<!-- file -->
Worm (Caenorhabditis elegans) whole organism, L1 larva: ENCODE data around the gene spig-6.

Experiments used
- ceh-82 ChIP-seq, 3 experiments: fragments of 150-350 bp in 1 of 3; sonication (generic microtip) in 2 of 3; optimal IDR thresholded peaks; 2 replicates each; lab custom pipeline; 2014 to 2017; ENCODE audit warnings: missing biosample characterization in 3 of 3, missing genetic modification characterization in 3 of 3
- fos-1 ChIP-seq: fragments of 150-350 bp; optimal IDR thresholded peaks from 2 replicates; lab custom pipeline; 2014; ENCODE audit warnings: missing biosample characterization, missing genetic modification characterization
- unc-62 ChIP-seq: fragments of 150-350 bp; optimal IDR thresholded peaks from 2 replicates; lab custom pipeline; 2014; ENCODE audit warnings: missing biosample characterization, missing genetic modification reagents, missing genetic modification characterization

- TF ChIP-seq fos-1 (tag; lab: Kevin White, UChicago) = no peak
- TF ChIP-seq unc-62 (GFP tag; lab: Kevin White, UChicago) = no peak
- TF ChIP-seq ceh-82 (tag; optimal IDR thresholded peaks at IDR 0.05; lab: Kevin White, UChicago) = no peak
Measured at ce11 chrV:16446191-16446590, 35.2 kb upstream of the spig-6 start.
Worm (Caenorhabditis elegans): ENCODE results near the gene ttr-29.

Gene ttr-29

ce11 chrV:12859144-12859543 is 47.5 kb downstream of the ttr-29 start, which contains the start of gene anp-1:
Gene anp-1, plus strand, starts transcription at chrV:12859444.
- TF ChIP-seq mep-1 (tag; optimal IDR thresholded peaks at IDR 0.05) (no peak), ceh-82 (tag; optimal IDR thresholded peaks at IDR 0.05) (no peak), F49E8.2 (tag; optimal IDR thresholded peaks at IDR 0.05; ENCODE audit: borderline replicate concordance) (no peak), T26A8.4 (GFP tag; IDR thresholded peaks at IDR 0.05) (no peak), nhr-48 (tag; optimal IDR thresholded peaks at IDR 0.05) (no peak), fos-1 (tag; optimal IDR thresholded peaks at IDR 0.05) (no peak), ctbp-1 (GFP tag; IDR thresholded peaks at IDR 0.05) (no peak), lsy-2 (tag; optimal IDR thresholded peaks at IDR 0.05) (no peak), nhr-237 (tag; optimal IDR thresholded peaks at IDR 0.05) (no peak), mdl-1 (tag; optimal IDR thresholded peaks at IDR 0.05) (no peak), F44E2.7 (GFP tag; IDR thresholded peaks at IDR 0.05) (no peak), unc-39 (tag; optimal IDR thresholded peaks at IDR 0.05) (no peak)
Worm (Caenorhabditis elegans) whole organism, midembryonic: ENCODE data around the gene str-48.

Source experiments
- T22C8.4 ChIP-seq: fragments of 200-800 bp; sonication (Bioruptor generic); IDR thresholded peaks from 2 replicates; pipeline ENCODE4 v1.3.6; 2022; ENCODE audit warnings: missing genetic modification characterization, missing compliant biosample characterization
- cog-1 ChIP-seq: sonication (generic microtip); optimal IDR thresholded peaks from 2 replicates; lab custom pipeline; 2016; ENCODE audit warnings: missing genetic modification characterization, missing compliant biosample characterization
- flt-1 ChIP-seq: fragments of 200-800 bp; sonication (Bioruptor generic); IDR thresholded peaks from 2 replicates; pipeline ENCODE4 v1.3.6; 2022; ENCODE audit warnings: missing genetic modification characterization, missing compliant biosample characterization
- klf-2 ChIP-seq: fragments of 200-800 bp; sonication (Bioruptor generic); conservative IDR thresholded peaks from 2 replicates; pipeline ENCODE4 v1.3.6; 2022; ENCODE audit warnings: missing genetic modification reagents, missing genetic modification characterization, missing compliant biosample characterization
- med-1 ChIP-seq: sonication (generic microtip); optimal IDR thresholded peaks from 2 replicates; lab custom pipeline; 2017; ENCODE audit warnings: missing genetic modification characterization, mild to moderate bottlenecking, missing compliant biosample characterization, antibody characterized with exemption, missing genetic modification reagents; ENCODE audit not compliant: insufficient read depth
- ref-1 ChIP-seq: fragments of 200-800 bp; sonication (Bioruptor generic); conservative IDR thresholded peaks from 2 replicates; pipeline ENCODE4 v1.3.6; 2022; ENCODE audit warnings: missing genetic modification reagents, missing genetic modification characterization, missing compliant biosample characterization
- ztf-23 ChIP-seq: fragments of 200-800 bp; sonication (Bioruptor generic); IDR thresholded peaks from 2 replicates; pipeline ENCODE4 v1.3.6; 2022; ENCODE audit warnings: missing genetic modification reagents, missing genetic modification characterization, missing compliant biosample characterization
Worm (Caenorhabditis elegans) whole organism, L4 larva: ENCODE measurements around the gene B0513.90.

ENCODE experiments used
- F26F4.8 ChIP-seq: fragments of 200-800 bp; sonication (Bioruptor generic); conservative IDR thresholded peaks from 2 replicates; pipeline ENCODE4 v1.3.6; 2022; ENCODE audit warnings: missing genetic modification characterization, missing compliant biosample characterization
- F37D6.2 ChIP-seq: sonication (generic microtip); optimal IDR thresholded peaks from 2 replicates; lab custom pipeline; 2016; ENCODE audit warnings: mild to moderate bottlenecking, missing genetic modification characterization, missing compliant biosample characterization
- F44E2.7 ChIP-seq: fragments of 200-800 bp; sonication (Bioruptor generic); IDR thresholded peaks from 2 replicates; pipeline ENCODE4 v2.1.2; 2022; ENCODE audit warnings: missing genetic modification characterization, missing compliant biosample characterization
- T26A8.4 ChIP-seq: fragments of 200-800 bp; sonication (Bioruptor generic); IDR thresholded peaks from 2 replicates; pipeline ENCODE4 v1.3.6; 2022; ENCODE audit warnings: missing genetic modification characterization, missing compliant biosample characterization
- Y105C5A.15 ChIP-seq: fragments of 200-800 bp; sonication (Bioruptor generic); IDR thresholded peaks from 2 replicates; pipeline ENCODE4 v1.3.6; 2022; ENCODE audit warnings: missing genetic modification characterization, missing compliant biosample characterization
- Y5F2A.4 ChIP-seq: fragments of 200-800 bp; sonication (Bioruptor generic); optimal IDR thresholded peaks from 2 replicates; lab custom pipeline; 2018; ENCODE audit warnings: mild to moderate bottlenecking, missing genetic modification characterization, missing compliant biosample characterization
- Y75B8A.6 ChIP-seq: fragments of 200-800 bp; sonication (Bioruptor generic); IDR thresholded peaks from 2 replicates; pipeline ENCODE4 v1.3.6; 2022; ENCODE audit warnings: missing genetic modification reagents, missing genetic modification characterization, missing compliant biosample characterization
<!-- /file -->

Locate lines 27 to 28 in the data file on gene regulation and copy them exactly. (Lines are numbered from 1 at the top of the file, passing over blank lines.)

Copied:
- F37D6.2 ChIP-seq: sonication (generic microtip); optimal IDR thresholded peaks from 2 replicates; lab custom pipeline; 2016; ENCODE audit warnings: mild to moderate bottlenecking, missing genetic modification characterization, missing compliant biosample characterization
- F44E2.7 ChIP-seq: fragments of 200-800 bp; sonication (Bioruptor generic); IDR thresholded peaks from 2 replicates; pipeline ENCODE4 v2.1.2; 2022; ENCODE audit warnings: missing genetic modification characterization, missing compliant biosample characterization